Genomics: New Era Begins
Expect more accuracy from estimated breeding values with addition of genomic data to bull proofs
When choosing sires for your herd, you have a new tool at your disposal that greatly enhances estimated breeding value (EBV) accuracy. Genotype information, now included in many EBV calculations, has ushered in a new era for Canadian bull proofs.
Of the bulls listed in the Canadian Dairy Network (CDN) Top 100 Lifetime Profit Index (LPI), for instance, 95 have EBVs that include genotype information. These GEBVs have resulted from a worldwide effort to use basic genetic coding information to improve genetic value estimates of cows and bulls.
The bovine genome is made up of 25,000 to 30,000 genes. In mapping the genome, researchers look for markers called single nucleotide polymorphisms (SNPs). SNPs identify various genetic traits.
How genotyping advanced
Consider SNPs as signs or markers along a road on a genome map. Close to some of these signs are important conditions that affect the outcome of travel down that road. Many signs close together and evenly spaced reveal a lot about the conditions between the signs. In reading the makeup of the bovine genome, many SNPs relatively close together lets researchers predict the outcomes of the gene sequences in that area of the genome.
More than one gene, and sometimes hundreds, control most economically important traits, making gene mapping difficult. After scientists overcame this challenge to achieve the mapping breakthrough, the next big step was developing a computer chip that carries all the coding to recognize most of the identified SNPs. This was the Illumina 50k chip, developed and patented by Illumina Inc.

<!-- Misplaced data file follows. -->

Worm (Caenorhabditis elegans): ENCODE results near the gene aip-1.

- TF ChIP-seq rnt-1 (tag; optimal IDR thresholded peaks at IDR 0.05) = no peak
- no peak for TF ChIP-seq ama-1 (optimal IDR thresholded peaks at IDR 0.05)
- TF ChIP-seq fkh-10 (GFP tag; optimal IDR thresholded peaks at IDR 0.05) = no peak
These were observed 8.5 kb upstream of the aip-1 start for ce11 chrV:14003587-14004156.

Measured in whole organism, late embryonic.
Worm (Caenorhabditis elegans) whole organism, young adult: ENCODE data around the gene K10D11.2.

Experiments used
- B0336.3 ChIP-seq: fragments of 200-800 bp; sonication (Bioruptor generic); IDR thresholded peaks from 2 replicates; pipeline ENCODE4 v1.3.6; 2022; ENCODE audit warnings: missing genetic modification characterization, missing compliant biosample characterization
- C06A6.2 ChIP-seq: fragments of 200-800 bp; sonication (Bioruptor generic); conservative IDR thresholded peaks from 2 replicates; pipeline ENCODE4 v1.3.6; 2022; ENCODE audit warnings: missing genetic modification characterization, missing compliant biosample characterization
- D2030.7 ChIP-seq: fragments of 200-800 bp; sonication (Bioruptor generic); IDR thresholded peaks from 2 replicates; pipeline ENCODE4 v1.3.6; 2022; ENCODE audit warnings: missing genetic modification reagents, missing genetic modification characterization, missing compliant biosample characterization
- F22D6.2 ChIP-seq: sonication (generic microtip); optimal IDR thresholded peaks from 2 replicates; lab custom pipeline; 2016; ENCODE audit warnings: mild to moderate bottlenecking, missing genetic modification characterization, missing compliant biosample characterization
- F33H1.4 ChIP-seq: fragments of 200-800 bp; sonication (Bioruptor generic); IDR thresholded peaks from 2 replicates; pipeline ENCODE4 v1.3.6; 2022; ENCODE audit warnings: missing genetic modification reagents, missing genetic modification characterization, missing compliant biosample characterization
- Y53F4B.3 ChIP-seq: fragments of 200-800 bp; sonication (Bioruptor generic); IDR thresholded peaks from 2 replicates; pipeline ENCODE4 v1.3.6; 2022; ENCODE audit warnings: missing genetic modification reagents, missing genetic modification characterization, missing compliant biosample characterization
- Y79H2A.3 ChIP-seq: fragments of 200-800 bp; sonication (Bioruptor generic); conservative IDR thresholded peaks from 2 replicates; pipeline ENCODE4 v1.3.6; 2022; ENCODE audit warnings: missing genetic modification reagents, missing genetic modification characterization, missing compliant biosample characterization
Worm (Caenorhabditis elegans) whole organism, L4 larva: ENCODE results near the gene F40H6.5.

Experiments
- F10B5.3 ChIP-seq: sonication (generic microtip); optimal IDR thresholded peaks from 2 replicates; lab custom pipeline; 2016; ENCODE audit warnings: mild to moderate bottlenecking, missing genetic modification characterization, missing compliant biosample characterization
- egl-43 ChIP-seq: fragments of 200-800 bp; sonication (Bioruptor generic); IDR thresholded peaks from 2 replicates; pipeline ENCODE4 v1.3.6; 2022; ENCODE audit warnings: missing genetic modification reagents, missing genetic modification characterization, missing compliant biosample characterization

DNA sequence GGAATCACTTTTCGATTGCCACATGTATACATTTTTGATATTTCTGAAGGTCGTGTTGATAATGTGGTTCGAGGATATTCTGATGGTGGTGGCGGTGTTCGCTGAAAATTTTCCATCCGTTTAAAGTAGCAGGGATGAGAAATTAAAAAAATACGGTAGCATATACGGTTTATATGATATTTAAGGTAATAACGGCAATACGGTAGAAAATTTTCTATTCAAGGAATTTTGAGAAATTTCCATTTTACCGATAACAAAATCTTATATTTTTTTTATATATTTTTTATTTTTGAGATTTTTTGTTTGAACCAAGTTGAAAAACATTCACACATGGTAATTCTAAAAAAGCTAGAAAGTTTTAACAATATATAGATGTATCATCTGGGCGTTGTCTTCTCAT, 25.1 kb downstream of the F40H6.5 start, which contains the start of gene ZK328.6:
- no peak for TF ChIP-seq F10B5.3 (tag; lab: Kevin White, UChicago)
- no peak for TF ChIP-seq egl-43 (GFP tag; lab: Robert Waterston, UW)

The first step in applying genomic technology was to genotype a large number of animals. Genotyping can be done on samples of just about any body tissue-blood, semen or hair follicles.
Through the joint project of the U.S. Department of Agriculture, Canadian Dairy Network and many AI studs, a large number of male and female Holsteins were genotyped and used in the initial evaluation.
The first part of actually calculating genomic evaluations was called the learning phase. Genomic evaluations were run with an existing, highlyproven population to determine what the points on the chip actually mean. Since more than one gene controls nearly all economically important traits, a large reference population was needed to accurately measure effects of the SNPs.